It becomes clear to the reader that John Rokesmith is the missing heir, John Harmon. He had been robbed of his clothes and possessions by the man later found drowned and wrongly identified as him. Rokesmith/Harmon has been maintaining his alias in order to see Bella Wilfer before committing himself to marry her as required by the terms of his father's will. Now that she has married him believing him to be poor, he can throw off his disguise. He does so and it is revealed that Mr Boffin's ill treatment of him and his miserliness was part of a scheme to test Miss Wilfer's motives and affections.
When Wegg (abandoned by Venus) attempts to clinch his blackmail on the basis of the later will disinheriting Boffin, Boffin turns the tables by revealing a still later will by which the fortune is granted to Boffin even at young John Harmon's expense. The Boffins are determined to make John Harmon and his bride Bella Wilfer their heirs anyway so all ends well, except for the villain Wegg, who is carted away by Sloppy.
Review: One of the most prevalent symbols in Our Mutual Friend is that of the River Thames, which becomes part of one of the major themes of the novel, rebirth and renewal. Water is seen as a sign of new life, used by churches during the sacrament of Baptism as a sign of purity and a new beginning. In Our Mutual Friend, it has the same meaning. Characters like John Harmon and Eugene Wrayburn end up in the waters of the river, and come out reborn as new men.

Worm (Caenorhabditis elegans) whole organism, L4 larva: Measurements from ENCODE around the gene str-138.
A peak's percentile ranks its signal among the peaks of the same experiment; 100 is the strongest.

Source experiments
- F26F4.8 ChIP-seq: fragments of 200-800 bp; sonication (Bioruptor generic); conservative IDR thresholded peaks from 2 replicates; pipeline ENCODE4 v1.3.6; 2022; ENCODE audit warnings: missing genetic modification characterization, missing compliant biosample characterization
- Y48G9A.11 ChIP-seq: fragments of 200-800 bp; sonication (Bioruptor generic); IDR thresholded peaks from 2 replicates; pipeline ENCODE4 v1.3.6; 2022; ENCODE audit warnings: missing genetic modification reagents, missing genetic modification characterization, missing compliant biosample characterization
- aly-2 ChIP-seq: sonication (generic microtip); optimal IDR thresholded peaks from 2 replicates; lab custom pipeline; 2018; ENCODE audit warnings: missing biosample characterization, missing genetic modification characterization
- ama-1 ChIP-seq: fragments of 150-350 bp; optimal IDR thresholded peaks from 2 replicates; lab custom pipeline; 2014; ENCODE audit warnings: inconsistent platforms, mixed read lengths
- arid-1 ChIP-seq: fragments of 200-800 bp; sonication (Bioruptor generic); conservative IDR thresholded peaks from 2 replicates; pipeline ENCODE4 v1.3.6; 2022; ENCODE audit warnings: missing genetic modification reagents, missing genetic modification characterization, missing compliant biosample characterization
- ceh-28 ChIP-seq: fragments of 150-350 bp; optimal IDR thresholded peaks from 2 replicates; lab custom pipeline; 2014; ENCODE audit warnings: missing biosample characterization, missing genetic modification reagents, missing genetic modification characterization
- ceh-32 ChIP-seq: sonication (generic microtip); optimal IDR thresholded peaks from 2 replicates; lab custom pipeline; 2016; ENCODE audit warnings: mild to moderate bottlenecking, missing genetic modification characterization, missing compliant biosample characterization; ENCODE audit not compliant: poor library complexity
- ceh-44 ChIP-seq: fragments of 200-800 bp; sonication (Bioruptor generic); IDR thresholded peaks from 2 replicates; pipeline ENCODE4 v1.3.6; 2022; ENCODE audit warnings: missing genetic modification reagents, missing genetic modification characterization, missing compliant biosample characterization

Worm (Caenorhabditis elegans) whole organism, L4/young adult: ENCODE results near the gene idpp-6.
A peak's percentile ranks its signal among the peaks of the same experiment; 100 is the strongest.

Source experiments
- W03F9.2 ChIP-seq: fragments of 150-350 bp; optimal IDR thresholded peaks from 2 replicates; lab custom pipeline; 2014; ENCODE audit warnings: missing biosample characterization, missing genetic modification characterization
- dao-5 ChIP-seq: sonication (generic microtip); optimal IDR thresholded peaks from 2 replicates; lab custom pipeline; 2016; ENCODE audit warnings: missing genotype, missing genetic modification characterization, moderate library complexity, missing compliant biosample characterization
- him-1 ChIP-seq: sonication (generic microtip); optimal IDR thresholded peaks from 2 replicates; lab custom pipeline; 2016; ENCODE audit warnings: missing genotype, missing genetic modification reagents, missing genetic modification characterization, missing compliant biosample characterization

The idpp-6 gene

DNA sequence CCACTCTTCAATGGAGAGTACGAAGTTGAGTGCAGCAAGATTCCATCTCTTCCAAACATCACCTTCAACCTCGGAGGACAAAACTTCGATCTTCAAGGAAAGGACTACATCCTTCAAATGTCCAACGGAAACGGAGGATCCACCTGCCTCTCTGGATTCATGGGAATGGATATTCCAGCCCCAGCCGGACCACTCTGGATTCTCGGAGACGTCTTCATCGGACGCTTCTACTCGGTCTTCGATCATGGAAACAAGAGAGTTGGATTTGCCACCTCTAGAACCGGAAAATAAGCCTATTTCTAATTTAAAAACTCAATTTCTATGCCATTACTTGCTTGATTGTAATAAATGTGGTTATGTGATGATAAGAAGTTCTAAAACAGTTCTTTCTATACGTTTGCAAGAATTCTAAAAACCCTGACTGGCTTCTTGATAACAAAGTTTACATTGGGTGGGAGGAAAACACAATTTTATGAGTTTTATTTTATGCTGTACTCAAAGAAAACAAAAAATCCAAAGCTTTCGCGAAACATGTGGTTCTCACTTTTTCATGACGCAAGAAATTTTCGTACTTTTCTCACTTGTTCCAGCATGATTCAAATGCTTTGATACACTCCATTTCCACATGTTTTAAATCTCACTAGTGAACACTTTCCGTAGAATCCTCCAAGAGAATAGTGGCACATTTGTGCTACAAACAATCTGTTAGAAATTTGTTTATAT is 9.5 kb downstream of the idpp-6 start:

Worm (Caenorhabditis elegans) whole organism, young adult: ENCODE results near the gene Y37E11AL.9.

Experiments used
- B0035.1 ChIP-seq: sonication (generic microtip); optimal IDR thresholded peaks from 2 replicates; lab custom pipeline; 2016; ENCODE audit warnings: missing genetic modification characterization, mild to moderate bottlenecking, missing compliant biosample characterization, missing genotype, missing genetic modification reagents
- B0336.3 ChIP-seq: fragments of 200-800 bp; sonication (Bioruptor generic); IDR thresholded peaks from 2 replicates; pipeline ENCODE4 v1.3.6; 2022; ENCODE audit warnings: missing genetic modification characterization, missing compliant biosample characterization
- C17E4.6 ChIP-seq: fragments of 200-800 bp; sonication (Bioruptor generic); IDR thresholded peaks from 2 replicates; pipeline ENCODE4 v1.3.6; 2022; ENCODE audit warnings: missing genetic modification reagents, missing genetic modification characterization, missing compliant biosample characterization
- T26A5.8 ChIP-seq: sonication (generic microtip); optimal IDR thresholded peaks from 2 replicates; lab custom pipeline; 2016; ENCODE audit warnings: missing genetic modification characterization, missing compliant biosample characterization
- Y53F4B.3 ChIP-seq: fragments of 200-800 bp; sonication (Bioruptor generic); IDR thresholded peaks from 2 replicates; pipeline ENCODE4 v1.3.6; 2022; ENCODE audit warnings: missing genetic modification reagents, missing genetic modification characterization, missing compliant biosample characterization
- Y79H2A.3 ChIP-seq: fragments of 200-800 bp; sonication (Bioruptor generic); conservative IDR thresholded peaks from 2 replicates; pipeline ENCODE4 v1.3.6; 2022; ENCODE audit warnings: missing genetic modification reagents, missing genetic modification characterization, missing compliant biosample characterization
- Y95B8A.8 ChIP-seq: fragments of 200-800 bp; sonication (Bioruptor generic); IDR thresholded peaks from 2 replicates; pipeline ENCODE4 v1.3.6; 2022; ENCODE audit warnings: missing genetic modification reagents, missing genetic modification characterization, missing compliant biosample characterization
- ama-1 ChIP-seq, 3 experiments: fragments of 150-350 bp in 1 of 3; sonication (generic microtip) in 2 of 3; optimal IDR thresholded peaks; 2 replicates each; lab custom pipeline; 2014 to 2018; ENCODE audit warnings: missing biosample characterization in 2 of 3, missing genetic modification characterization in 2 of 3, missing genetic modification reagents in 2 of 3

Throughout Our Mutual Friend, Dickens uses many descriptions that relate to water. Some critics refer to this as “metaphoric overkill,” and indeed there are numerous images described by water that have nothing to do with water at all.
Dickens also explores the conflict between doing what society expects of you, or being true to yourself in Our Mutual Friend. Much of what society expects of a person may be shown through the influence of one’s family. In many of Dickens’s novels, including Our Mutual Friend and Little Dorrit, parents try and force their children into arranged marriages, which, although suitable in terms of money, are not suitable in other ways.
Opening Line: “In these times of ours, though concerning the exact year there is no need to be precise, a boat of dirty and disreputable appearance, with two figures in it, floated on the Thames, between Southwark bridge which is of iron, and London Bridge which is of stone, as an autumn evening was closing in.”
Closing Line: “When the company disperse—by which time Mr and Mrs Veneering have had quite as much as they want of the honour, and the guests have had quite as much as THEY want of the other honour—Mortimer sees Twemlow home, shakes hands with him cordially at parting, and fares to the Temple, gaily.”
Quotes: “No one has the least regard for the man; with them all, he has been an object of avoidance, suspicion, and aversion; but the spark of life within him is curiously separable from himself now, and they have a deep interest in it, probably because it IS life, and they are living and must die.”
Rating:   Didn't read.